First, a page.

The Sixth Amendment to the United States Constitution assures the defendant the right to confront and cross-examine adverse witnesses. Under California Evidence Code section 594, “a client. . .has a privilege to disclose or refuse to disclose, and to prevent another from disclosing, a confidential communication between client and lawyer if the privilege is claimed by (a) the holder of the privilege, [or] (b) a person who is authorized to claim the privilege by the holder of the privilege.” Both the right to confrontation and the attorney-client privilege have long been recognized at common law, so what happens when the two directly conflict?
The Ninth Circuit Court of Appeals, sitting en banc, recently addressed this issue in Murdoch v. Castro (No. 05-55665; 2010 DJDAR 9274). Appellant Charles Murdoch was charged with first-degree robbery-murder. One of the witnesses against Murdoch was Dino Dinardo, a person who confessed to the robbery-murder and implicated Murdoch in the crime. At Murdoch’s trial, Dinardo testified that Murdoch had actively participated in the offense, despite the fact that Dinardo had previously written a letter to his attorney stating that his confession was coerced and Murdoch was not involved in the robbery-murder. However, the trial court excluded the letter based on attorney-client privilege, and Murdoch was life in prison without the possibility of parole. After exhausting his state avenues of appeal, Murdoch filed for habeas relief in federal court for violation of his Sixth Amendment right to confrontation.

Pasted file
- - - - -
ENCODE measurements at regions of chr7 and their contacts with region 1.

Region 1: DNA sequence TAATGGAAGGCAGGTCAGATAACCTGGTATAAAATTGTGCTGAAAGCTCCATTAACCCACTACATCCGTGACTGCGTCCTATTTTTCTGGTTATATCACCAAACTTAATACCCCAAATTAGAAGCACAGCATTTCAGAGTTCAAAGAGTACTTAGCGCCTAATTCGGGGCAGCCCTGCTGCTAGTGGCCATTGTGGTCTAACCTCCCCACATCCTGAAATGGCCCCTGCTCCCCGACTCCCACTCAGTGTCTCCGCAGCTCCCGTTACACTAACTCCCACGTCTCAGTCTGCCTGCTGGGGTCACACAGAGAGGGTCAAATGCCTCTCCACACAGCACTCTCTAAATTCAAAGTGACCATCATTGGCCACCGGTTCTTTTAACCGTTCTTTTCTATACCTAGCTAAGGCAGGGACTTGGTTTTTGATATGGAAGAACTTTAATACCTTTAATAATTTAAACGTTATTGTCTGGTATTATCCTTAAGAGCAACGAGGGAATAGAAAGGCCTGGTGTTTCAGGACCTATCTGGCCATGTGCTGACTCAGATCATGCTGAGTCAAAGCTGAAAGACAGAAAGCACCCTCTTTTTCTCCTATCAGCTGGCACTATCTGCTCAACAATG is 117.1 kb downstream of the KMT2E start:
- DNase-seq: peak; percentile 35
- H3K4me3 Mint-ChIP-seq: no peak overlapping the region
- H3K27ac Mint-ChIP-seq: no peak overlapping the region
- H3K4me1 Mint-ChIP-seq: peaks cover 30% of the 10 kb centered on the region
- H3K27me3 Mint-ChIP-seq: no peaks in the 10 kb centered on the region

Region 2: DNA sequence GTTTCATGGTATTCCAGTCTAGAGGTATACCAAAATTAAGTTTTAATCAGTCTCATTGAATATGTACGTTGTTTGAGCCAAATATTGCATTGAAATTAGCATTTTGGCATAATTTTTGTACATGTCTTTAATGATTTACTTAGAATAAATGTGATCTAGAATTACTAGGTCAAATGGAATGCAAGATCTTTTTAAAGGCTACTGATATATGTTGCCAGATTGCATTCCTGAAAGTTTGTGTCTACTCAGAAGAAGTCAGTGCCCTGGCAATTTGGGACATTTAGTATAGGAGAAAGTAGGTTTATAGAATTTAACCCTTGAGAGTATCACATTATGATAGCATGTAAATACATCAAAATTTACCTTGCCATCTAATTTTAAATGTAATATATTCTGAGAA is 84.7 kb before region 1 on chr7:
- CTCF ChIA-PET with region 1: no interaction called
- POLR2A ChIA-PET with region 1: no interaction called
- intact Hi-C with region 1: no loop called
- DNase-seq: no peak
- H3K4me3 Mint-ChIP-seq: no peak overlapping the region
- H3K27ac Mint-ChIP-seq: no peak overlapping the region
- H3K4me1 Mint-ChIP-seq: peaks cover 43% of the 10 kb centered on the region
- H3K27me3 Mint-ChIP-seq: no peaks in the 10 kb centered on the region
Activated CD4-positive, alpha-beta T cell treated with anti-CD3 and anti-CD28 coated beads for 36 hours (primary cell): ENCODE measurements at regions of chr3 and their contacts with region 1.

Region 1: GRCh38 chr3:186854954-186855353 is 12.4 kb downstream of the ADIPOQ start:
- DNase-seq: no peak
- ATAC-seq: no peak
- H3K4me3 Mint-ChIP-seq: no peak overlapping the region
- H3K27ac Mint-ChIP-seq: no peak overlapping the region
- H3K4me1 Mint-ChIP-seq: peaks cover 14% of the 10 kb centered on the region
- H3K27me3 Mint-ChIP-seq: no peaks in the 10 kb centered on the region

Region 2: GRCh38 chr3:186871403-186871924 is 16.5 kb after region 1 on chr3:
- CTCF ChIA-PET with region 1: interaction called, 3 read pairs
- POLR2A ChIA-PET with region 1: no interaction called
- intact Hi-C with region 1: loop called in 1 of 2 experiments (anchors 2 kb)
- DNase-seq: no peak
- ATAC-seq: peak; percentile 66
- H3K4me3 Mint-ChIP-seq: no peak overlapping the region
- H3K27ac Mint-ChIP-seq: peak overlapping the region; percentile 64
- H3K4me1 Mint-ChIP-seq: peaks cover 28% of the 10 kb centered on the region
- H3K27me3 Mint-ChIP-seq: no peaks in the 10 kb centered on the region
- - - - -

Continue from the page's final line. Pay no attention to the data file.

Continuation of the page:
To grant federal habeas relief for a state conviction, the state conviction must be “contrary to, or involve an unreasonable application of, clearly established Federal law, as determined by the Supreme Court of the United States.” (28 U.S.C. 2254(d)(1).) A plurality held that, under this deferential standard, there was no explicitly established U.S. Supreme Court precedent on this issue and, consequently, Murdoch was not entitled to relief. The Ninth Circuit plurality declined to determine whether, despite the lack of an explicit pronouncement by the U.S. Supreme Court, the U.S. Constitution did recognize the primacy of the Confrontation Clause over attorney-client privilege and, if so, under what circumstances.
The United States Supreme Court cases dealing with the conflict between the Confrontation Clause and other rights and privileges are Crawford v. Washington, 541 U.S. 36 (2004), Davis v. Alaska, 415 U.S. 308 (1974), and Douglas v. Alabama, 308 U.S. 415 (1965).